on a grid layout of a particular location. The scale of the grid is such that one grid unit
corresponds to one kilometre. The company must build pipelines from these wells to a
distribution depot. The cost of the pipelines from wells A and B is 1000/meter, but
only 500/meter from well C because of a lower flow rate from the well. For political
reasons the depot must lie on the same side of a state border as the town located at
the grid point (5,4). The state border is a straight line which passes through the
grid points (4,10) and (4, 6). There is also a circular lake 3 kilometres in diameter
centered at the grid point (2,1). Obviously the depot cannot be located in the lake.
Where should the depot be constructed so as to minimize the cost of building the
connecting pipelines?
Pose this as a mathematical optimization problem, and say as much as you can about
its structure.
4. * A Simplified Portfolio Selection Problem. A portfolio manager in charge of a
bank portfolio has 10 million to invest. The securities available for purchase, as well
as their respective quality ratings, maturities, and yields, are shown in the following
Table.
Bond Bond Quality scales Years to Yield to Aftertax
name type maturity maturity yield
Moody’s Bank’s
A Municipal Aa 2 9 4.3% 4.3%
B Agency Aa 2 15 5.4% 2.7%
C Government Aaa 1 4 5.0% 2.5%
D Government Aaa 1 3 4.4% 2.2%
E Municipal Ba 5 2 4.5% 4.5%
The bank places the following policy limitations on the portfolio manager’s actions:
Government and agency bonds must total at least 4 million.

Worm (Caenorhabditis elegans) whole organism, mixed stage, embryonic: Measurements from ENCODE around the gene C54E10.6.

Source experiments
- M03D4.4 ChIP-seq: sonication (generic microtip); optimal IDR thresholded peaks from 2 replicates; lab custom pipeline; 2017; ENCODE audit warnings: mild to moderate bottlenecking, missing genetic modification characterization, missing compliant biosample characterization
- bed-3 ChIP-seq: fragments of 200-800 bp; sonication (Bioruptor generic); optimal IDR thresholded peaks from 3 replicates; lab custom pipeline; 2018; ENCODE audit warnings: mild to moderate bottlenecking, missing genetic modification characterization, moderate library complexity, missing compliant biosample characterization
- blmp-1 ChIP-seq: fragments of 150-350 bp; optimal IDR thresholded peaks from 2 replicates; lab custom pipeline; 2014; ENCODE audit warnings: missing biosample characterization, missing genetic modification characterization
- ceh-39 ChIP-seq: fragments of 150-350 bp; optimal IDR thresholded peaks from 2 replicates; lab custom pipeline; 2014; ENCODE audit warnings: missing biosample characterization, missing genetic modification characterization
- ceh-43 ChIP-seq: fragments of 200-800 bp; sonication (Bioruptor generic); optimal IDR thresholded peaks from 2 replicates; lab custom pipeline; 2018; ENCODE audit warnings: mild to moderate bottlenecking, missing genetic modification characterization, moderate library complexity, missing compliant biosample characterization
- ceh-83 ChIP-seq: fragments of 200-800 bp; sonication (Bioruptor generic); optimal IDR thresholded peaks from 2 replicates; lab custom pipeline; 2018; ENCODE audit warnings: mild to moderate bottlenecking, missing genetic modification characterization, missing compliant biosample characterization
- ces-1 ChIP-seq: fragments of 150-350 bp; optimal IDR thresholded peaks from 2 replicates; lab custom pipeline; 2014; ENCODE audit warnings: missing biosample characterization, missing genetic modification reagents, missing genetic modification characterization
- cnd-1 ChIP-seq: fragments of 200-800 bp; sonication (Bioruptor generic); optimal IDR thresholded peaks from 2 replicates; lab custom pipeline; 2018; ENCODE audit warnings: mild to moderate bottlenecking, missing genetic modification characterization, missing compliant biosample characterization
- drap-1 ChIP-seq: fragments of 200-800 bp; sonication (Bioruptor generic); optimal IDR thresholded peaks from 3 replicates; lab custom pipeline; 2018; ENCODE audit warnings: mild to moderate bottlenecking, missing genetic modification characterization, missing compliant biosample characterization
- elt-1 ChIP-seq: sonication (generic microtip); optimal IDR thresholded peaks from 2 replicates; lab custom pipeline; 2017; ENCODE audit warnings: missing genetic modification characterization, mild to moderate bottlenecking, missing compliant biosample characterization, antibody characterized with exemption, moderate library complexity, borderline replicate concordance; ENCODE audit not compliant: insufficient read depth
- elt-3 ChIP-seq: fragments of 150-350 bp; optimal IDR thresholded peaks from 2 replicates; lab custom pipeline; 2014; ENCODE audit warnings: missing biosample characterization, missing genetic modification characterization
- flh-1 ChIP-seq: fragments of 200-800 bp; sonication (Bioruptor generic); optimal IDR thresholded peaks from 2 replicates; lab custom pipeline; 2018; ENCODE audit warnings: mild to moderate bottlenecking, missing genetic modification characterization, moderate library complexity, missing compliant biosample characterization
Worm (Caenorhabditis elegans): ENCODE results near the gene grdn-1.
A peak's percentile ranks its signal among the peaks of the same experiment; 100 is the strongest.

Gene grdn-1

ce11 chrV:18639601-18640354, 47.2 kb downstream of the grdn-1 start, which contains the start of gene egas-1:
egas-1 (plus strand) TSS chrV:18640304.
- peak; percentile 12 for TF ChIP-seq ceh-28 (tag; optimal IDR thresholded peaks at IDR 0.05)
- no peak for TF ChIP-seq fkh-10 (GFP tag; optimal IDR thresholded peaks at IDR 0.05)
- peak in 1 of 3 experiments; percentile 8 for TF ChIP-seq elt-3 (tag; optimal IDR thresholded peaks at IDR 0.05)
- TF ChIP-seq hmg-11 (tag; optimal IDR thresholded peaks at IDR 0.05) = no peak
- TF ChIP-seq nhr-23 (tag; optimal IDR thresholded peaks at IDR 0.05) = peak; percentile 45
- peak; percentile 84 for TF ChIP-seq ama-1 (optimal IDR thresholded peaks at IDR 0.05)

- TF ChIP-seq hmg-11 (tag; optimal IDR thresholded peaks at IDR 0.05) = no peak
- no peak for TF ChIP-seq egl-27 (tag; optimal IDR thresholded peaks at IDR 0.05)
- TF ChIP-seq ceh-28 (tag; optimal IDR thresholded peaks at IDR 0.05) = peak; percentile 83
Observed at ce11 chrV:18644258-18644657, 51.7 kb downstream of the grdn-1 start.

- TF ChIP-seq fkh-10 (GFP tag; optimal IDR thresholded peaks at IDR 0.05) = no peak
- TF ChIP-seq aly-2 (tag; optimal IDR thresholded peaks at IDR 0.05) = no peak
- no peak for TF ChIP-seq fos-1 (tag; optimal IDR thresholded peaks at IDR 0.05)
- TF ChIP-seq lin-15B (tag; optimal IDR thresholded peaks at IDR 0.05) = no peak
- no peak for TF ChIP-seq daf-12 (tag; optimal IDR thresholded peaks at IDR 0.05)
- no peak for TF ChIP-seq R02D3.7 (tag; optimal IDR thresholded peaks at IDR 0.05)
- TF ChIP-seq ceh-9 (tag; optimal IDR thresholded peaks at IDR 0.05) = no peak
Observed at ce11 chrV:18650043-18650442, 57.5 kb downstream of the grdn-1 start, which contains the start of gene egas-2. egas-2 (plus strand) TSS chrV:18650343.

The average quality of the portfolio cannot exceed 1.4 on the bank’s quality scale.
(Note that a low number on this scale means a highquality bond.)
The average years to maturity of the portfolio must not exceed 5 years.
Assuming that the objective of the portfolio manager is to maximize aftertax earnings
and that the tax rate is 50 percent, formulate the problem as a mathematical optimiza
tion problem.
(You can also assume that all securities are purchased at par (face value) and held to
maturity and that the income on municipal bonds is taxexempt.)
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THE UNIVERSITY OF NEW SOUTH WALES, SYDNEY
SCHOOL OF MATHEMATICS AND STATISTICS
MATH3161/MATH5165 — OPTIMIZATION – Term 1, 2021
Problem Sheet 2 – Mathematical background
1. Calculate the gradient and Hessian for each of the following functions.
(a) f(x) = 3x1 4x2 + 2x3 7
(b) f(x) = x21 x22 + 3x1x2
(c) f(x) = 100(x2 x21)2 + (1 x1)2 (Rosenbrock’s function)
(d) f(x) = (x a)T (x a) r2 for constant a 2 Rn and r 2 R
2. Determine whether the following matrices are positive definite, positive semidefinite,
negative definite, negative semidefinite or indefinite.
(a)
8 12
12 18
(b)
4 1
1 2
(c)
6 2
9 3
(d)
24 2 0 50 3 0
5 0 14
35 (e)
242 2 02 3 0
0 0 2
35 (f)
242 3 03 3 0
0 0 1
35
3. (a) Prove that a square matrix G is positive definite if and only if G+GT is positive
definite.
(b) Prove that an n ⇥ n symmetric matrix G is positive definite if and only if G1 is
positive definite.
(c) Let G be a square matrix of order n and A be a matrix of order m⇥n. Prove that